World Cup Soccer Betting: Looking for Value in ‘To Win’ Wagers

World Cup Soccer Betting:  Looking for Value in ‘To Win’ Wagers

The 2014 World Cup soccer tournament will begin in Brazil in just over a month and be a huge event for not only soccer fans but sports betting enthusiasts and bookmakers. It’s the biggest sporting event in the world and–not surprisingly–almost certainly the biggest betting event as well. While it’s impossible to get an accurate figure on how much money is bet on the World Cup every four years most respected estimates suggest that it is in excess of $100 billion (US).

The World Cup is one of those events like the Champions League soccer final in Europe or the Super Bowl in the US that *everybody* bets. This means that the overwhelming majority of the money in the marketplace won’t be ‘sharp money’ but instead smaller bets from recreational players. These players tend to bet the favorites and/or their home country’s team which leaves prices at the top of the board somewhat lower than they should be. Teams like the host country Brazil, for example, are overbet and thus represents a poor value for the more sophisticated handicapper.

The problem with looking for ‘value’ in the World Cup ‘to win’ futures is that its an event that has been historically unkind to underdogs. There have been 19 World Cup tournaments contested to date with Brazil, Italy and Germany combining to win 12. The remaining winners throughout history are all traditional soccer powerhouses (or in the case of Uruguay were at the time) and include Uruguay (twice), Argentina (twice), France, Germany and Spain. The shortest odds available on a country that has never won the world cup is Belgium at +1850.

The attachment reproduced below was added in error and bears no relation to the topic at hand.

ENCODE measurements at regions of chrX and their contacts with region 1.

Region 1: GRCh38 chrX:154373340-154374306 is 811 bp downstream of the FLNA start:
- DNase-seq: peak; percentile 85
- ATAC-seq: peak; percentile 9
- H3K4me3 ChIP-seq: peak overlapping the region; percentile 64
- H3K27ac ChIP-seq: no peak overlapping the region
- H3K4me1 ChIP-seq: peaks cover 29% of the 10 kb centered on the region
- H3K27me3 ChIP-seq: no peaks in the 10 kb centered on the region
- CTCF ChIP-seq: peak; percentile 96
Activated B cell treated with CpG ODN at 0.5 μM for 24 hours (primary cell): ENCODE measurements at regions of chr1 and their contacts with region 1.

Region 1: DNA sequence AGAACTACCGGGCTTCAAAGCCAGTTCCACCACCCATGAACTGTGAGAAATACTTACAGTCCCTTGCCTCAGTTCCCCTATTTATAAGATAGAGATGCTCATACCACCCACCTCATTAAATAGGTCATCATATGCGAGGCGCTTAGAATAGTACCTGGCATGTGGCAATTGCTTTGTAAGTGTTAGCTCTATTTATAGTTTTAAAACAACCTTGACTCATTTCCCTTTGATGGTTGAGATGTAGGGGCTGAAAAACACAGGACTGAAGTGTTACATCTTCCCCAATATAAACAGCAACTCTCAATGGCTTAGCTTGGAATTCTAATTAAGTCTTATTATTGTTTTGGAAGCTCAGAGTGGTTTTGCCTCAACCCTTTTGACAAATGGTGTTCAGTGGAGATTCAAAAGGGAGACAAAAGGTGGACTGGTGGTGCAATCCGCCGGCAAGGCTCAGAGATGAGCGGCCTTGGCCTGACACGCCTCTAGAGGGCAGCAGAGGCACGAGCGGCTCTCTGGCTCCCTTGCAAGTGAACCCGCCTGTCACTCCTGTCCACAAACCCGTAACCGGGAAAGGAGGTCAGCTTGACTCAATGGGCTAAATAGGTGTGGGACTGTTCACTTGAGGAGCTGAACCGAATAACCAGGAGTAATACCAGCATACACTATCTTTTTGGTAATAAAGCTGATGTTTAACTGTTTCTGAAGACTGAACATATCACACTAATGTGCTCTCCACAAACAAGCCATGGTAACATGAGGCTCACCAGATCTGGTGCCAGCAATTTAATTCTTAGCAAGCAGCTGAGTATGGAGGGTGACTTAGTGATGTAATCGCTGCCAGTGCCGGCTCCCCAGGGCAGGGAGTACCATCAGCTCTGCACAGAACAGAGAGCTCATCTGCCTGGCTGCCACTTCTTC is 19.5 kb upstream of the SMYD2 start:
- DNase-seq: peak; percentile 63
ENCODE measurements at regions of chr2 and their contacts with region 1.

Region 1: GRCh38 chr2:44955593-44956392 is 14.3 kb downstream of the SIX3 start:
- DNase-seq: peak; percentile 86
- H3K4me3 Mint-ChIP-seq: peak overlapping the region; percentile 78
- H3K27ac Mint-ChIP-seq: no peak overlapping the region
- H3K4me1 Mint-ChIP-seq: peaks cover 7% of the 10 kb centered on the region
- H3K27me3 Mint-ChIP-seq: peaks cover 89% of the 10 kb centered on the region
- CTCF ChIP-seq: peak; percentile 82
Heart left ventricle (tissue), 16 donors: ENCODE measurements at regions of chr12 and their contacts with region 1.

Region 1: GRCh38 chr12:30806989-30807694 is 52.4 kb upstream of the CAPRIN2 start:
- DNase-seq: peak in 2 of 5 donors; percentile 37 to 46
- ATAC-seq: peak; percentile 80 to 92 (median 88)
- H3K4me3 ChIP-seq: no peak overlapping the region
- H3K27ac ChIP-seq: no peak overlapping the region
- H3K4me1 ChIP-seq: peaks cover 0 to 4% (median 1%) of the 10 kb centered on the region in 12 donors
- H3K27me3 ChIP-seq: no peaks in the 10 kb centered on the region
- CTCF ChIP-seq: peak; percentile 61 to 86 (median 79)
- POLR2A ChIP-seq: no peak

So in this case value is relative and these might be the best bets in terms of price to performance:

GERMANY +625: There’s a conventional wisdom that European teams can’t win World Cups held outside of Europe. That may have been true at one point but Spain did just that winning in South Africa in 2010. Germany could reprise that performance with a win in Brazil. The ‘anti Europe’ bias aside, there’s very little weakness on the German roster. They’re currently ranked as the #2 team in the FIFA World Rankings and have as much talent—and as much depth—as any team in the field.

SPAIN +675: Spain is the only other team besides Brazil, Argentina and Germany to be priced at single digit odds. They’re the defending champions but there are a few reservations about their chances in 2014. The first is the sheer difficulty of winning the World Cup in back to back tournaments. This has only been done twice–by Italy in 1934 and 1938 and Brazil in 1958 and 1962. In addition, there is some concern that Spain’s players may be a bit ‘over the hill’. Throw in the aforementioned conventional wisdom about European teams playing outside of Europe and Spain could be undervalued for some very arbitrary reasons. They are the #1 team in the FIFA World Rankings and are worth a shot at this price.